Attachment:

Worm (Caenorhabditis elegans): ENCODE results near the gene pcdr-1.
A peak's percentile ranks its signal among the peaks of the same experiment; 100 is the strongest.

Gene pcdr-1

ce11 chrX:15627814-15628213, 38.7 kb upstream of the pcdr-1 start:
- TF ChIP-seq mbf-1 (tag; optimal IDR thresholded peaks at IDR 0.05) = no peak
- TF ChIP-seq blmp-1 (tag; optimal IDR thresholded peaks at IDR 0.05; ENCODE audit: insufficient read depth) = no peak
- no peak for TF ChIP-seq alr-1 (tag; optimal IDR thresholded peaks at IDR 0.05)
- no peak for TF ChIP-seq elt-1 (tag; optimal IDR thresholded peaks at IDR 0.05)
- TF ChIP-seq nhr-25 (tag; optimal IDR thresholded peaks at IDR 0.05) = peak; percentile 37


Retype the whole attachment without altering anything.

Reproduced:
Worm (Caenorhabditis elegans): ENCODE results near the gene pcdr-1.
A peak's percentile ranks its signal among the peaks of the same experiment; 100 is the strongest.

Gene pcdr-1

ce11 chrX:15627814-15628213, 38.7 kb upstream of the pcdr-1 start:
- TF ChIP-seq mbf-1 (tag; optimal IDR thresholded peaks at IDR 0.05) = no peak
- TF ChIP-seq blmp-1 (tag; optimal IDR thresholded peaks at IDR 0.05; ENCODE audit: insufficient read depth) = no peak
- no peak for TF ChIP-seq alr-1 (tag; optimal IDR thresholded peaks at IDR 0.05)
- no peak for TF ChIP-seq elt-1 (tag; optimal IDR thresholded peaks at IDR 0.05)
- TF ChIP-seq nhr-25 (tag; optimal IDR thresholded peaks at IDR 0.05) = peak; percentile 37